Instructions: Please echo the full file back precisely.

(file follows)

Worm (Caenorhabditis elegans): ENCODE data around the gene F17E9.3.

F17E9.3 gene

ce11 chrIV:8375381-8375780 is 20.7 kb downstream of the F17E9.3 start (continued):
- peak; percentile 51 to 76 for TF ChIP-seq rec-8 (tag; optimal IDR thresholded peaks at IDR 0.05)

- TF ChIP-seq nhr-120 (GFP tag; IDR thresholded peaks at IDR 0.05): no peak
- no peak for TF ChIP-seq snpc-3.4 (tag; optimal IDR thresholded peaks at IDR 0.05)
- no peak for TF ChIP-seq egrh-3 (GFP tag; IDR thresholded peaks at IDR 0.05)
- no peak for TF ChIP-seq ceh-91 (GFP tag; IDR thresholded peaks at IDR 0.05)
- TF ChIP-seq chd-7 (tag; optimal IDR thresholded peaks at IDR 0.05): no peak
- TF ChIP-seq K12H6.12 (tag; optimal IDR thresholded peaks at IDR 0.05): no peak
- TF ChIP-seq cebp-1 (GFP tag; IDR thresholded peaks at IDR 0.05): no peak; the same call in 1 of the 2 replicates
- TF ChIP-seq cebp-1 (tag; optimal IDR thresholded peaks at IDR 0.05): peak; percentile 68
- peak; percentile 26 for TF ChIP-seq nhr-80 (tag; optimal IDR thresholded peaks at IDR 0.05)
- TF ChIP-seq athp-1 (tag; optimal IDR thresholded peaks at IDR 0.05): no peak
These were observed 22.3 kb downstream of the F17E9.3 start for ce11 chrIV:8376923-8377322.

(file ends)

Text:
Worm (Caenorhabditis elegans): ENCODE data around the gene F17E9.3.

F17E9.3 gene

ce11 chrIV:8375381-8375780 is 20.7 kb downstream of the F17E9.3 start (continued):
- peak; percentile 51 to 76 for TF ChIP-seq rec-8 (tag; optimal IDR thresholded peaks at IDR 0.05)

- TF ChIP-seq nhr-120 (GFP tag; IDR thresholded peaks at IDR 0.05): no peak
- no peak for TF ChIP-seq snpc-3.4 (tag; optimal IDR thresholded peaks at IDR 0.05)
- no peak for TF ChIP-seq egrh-3 (GFP tag; IDR thresholded peaks at IDR 0.05)
- no peak for TF ChIP-seq ceh-91 (GFP tag; IDR thresholded peaks at IDR 0.05)
- TF ChIP-seq chd-7 (tag; optimal IDR thresholded peaks at IDR 0.05): no peak
- TF ChIP-seq K12H6.12 (tag; optimal IDR thresholded peaks at IDR 0.05): no peak
- TF ChIP-seq cebp-1 (GFP tag; IDR thresholded peaks at IDR 0.05): no peak; the same call in 1 of the 2 replicates
- TF ChIP-seq cebp-1 (tag; optimal IDR thresholded peaks at IDR 0.05): peak; percentile 68
- peak; percentile 26 for TF ChIP-seq nhr-80 (tag; optimal IDR thresholded peaks at IDR 0.05)
- TF ChIP-seq athp-1 (tag; optimal IDR thresholded peaks at IDR 0.05): no peak
These were observed 22.3 kb downstream of the F17E9.3 start for ce11 chrIV:8376923-8377322.